The lymphatic system is a beautiful and infinitely complex network of cells, tissues, and organs designed to respond to diverse antigens that may present on almost every pathogen imaginable. The three major types of lymphocytes are T-cells, B-cells, and natural killer (NK) cells. Of these, T-cells and B-cells are the most frequently implicated in lymphoproliferative disorders. The ability of T-cells and B-cells to respond to such a diverse spectrum of antigens is attributed to the diversity of the antigen binding sites of their receptors. The receptors are each composed of a constant region that is common to all T-cell (or B-cell) receptors and a variable region. The variable region affords each cell its unique antigen specificity. It is produced through a special kind of genetic recombination that occurs during lymphocyte development.
When a lymphocyte encounters an antigen or antigen fragment that “fits” its receptor, it becomes activated. This triggers proliferation of the lymphocyte, producing a clonal population of cells that have the same receptor as its parent cell. Because most pathogens contain several antigens, they typically will activate many different B- and T- lymphocytes, resulting in several clonal proliferations (a polyclonal population). In contrast, when a lymphocyte undergoes neoplastic transformation and proliferates independent of pathogen activation and other cell regulatory mechanisms, a single clone proliferates to form a monoclonal population.
Distinguishing polyclonality from monoclonality is key when determining whether a lymphoid population is reactive or neoplastic. In many cases, identification of monoclonality by cytologic (lymphoma) or hematologic (lymphoid leukemia) examination is relatively straightforward. A benign population typically consists of mixed lymphoid cells, of which small lymphocytes predominate. A homogeneous population of large lymphocytes is therefore easily recognizable as neoplastic. There are, however, several situations in which distinguishing neoplastic from reactive proliferations is challenging. (1) In small cell lymphoma, the neoplastic cells appear very similar to small, non-neoplastic lymphocytes. Because small lymphocytes predominate in non-neoplastic (i.e., normal, inflamed, or reactive) lymphoid tissue, it can be difficult to determine whether “normal-looking” small lymphocytes are part of a benign or neoplastic population. (2) Emerging lymphoma poses a diagnostic challenge because, in many cases, the neoplastic cell population has not yet overtaken the benign (resident) population. In such cases, a mixed population is present and may appear reactive. (3) On a blood smear, when high numbers of large atypical lymphocytes are present, a diagnosis of lymphoid neoplasia may be obvious. However, when there are low numbers of circulating atypical lymphocytes, it is virtually impossible to determine whether they are part of a monoclonal or polyclonal population. (4) In the spleen, activated lymphoid follicles may contain high numbers of large lymphocytes. Aspirates from this tissue will contain high proportions of large lymphocytes that can be mistaken for neoplasia.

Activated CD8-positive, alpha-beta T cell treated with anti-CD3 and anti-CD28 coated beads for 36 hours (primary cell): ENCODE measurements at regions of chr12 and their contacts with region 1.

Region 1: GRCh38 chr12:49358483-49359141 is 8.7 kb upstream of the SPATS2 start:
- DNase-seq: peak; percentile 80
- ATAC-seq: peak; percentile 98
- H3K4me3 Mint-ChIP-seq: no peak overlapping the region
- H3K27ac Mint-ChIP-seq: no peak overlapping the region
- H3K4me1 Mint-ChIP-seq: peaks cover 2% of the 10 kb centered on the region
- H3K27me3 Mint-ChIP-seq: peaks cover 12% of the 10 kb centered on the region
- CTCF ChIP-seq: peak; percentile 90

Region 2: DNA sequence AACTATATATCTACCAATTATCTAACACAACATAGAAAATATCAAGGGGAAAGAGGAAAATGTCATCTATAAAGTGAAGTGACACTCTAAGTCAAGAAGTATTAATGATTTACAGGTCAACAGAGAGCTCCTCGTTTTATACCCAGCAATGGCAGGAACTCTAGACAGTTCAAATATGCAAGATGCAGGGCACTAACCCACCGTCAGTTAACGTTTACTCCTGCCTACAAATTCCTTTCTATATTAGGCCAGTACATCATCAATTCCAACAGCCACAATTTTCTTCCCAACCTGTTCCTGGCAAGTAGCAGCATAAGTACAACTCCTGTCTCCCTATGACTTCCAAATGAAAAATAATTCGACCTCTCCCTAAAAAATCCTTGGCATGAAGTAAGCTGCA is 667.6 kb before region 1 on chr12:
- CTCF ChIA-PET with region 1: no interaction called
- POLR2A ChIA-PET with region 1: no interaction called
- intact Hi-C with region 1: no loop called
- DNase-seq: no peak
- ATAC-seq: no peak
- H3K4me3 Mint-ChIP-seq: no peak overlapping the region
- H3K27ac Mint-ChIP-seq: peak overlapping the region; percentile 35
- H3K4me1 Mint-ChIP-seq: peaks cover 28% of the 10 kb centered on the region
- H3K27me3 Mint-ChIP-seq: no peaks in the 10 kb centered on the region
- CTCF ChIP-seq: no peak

In such cases, additional testing such as flow cytometry or PARR (PCR for Antigen Receptor Rearrangement) may be necessary to confirm or exclude lymphoid neoplasia. Although PARR and flow cytometry have some overlapping uses, they have important differences that should be considered when deciding on which to use. PARR is truly a test of clonality; the conserved part of the receptor gene is detected by primers, then the remaining sequence is amplified by PCR. If a polyclonal population is present, multiple gene products (representing multiple different T-cell and B-cell receptors) are identified. In monoclonal populations, a single clone is detected. In flow cytometry, cellular components that serve as identifiers of a certain cell type (B-cell, helper T-cell, cytotoxic T-cell) are detected and quantified. Their relative quantities are used to determine if a population is mixed (benign) or homogeneous (neoplastic). Either flow or PARR are helpful in most cases. Flow has the advantage of providing phenotypic (e.g., lymphocyte subtype) data, which is often useful prognostically. However, when the lymphoid population is mixed (as may be the case in emerging lymphoma, low numbers of circulating atypical cells, and some splenic aspirates), flow cytometry may yield equivocal results and PARR is likely to be more helpful.
Distinguishing reactive from neoplastic lymphocytes is not always easy or straightforward. Recognizing the limitations of cytology and routine hematology is essential for understanding why a diagnosis cannot always be reached by these methods, when results should be questioned, and when additional tests should be pursued.
About the author
Dr. Grimes earned her BS in biology from the University of Notre Dame in 2001, then her DVM at Purdue University in 2006. She completed a rotating internship in small animal medicine and surgery at Angell Animal Medical Center in Boston, MA in 2007, then practiced for two years as an emergency veterinarian for small animals at Red Bank Veterinary Hospital in New Jersey. She completed a residency in clinical pathology at the University of Tennessee in 2012, then joined the faculty of at the University of Montreal, where she worked in the clinical laboratory, taught in the veterinary curriculum, and did research that focused mainly on hematopathology and optimization of hematology analyzers.